More educators may use classroom technology during the 2015-16 school year, according to a survey of 1,000 teachers. Four out of five teachers of kindergarten through eighth-grade students surveyed said they plan to increase technology use next year.
A bipartisan bill to rewrite No Child Left Behind is expected to be taken up by the US House of Representatives next week. This article features some of the provisions in the Every Student Succeeds Act.
A lack of competition for Internet services in rural areas means that some school districts are paying higher prices for slower service. One New Mexico school district is paying about $3,700 a month for services that most schools receive for about $550. "They just rake us over the coals," said Tim Angelus, the district’s technology director.
Publishing classroom books is a tradition, third-grade teacher Alycia Zimmerman writes in this blog post. Zimmerman suggests that teachers first focus on the content, then gather materials and publish the book digitally along with a physical copy for the classroom. "The student-authored book basket is a favorite in my class library," she writes.
Teachers can boost creativity in math by encouraging students to ask questions, make observations and engage in unique problem-solving skills, say the experts commenting in this article. Ideas suggested include taking photographs of objects assembled to represent numbers, followed by discussions about the math observed in the artistic images.
Some educators and librarians say reading aloud to older students helps develop listening and literacy skills while fueling interest reading for pleasure. One New York high-school teacher uses read-alouds to gauge students' comprehension. A Connecticut fifth-grade teacher reads the first in a series of novels to entice students to read the rest of the series on their own.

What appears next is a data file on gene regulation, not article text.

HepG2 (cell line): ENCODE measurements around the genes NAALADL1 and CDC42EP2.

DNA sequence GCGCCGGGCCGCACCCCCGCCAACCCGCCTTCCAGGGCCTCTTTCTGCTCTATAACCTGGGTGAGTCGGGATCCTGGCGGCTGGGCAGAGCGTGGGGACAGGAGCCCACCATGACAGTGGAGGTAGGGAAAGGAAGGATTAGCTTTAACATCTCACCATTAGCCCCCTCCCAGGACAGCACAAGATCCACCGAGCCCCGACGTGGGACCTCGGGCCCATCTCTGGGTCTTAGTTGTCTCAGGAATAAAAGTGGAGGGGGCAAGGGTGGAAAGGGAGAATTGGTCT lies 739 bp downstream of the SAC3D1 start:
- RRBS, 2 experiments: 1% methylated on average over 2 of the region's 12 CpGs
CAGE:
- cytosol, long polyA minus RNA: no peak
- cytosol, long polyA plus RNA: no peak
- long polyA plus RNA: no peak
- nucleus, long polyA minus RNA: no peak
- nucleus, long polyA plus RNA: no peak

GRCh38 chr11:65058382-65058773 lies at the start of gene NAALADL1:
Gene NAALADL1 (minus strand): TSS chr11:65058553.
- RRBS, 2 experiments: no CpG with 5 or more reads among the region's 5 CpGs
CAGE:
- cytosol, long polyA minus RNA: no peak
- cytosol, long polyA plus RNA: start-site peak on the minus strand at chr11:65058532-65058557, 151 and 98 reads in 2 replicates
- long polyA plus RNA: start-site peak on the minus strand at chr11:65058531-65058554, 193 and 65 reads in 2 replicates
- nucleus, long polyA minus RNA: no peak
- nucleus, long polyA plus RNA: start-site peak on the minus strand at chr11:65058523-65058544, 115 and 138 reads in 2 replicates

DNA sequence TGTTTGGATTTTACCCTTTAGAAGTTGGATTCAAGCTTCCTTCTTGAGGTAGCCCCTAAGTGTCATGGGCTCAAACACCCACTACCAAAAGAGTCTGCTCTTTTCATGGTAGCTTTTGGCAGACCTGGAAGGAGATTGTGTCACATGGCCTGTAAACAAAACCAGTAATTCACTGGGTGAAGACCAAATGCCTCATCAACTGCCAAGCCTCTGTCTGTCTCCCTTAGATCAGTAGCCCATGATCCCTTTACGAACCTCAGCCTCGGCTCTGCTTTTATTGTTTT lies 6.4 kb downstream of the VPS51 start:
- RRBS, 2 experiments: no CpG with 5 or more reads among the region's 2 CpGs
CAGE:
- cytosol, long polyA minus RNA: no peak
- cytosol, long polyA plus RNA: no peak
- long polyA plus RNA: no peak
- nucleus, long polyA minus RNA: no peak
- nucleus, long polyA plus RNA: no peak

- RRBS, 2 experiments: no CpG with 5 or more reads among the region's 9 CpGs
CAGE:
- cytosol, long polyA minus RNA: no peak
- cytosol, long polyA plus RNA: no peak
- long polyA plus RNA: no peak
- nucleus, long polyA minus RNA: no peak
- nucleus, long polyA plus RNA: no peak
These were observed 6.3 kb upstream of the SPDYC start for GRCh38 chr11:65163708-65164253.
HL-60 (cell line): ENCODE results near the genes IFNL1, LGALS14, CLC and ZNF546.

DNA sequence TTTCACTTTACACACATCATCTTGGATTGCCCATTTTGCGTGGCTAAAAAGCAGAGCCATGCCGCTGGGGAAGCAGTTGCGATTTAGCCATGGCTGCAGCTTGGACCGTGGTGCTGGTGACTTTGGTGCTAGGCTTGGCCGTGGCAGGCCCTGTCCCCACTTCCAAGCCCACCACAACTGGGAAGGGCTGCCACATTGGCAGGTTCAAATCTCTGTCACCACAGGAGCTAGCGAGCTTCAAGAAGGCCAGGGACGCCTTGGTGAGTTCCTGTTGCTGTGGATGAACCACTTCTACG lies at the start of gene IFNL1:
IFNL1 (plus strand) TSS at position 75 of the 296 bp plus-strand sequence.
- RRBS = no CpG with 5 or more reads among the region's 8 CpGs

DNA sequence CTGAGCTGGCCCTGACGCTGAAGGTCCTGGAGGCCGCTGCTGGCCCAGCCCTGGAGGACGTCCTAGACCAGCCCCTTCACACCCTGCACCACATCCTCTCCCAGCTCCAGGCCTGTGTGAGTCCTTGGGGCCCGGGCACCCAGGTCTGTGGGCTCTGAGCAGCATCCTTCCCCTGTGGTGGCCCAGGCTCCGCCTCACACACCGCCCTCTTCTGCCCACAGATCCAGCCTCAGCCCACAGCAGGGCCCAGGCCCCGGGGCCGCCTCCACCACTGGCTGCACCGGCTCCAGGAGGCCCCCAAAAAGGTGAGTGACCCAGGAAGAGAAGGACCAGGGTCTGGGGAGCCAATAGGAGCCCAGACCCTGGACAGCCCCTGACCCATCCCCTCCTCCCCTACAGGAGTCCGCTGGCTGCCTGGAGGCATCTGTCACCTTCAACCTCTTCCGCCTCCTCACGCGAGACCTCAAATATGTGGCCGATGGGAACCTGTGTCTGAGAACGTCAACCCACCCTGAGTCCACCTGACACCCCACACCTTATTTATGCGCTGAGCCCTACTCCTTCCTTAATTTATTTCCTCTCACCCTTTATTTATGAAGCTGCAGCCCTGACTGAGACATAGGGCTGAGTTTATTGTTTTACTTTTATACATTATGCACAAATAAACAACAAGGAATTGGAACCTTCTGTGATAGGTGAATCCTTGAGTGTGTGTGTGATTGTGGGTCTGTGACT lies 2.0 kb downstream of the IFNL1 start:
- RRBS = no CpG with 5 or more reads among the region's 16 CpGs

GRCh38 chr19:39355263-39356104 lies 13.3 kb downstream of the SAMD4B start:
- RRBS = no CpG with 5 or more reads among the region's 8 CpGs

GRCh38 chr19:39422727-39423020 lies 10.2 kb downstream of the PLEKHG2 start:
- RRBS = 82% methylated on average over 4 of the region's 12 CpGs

Students at a Nebraska high school gained confidence in their writing as they rose to the challenge of writing 30,000 words for National Novel Writing Month, asserts English teacher Josh Clark. In the three years since he began having his senior students participate in the event, Clark says he has noticed improvements in students' longer academic papers as well as their reading and writing ACT scores.
Maryland teacher Brendan Gallagher has designed a lesson to help students view World War II history through the eyes of an American medic treating injured military personnel. During the lesson, a student is chosen to play a medical officer, who must figure out how to treat injuries that have been assigned to other students. Gallagher was among 18 teachers who developed lessons based on the experiences of real WWII soldiers as part of National History Day and the American Battle Monuments Commission's Understanding Sacrifice program.
A Washington state high school this year added hands-on classes, including robotics and manufacturing technology, to pique student interest in science, technology, engineering and math. Officials said the classes stress real-world relevance and problem-solving and have brought opportunities for collaboration among teachers from other schools with similar programs.
Students' attitudes about academic capabilities may be a top obstacle to learning math, asserts Stanford math education professor Jo Boaler. "There's a widespread myth that some people are math people and some people are not," Boaler said. "But it turns out there's no such thing as a math brain."
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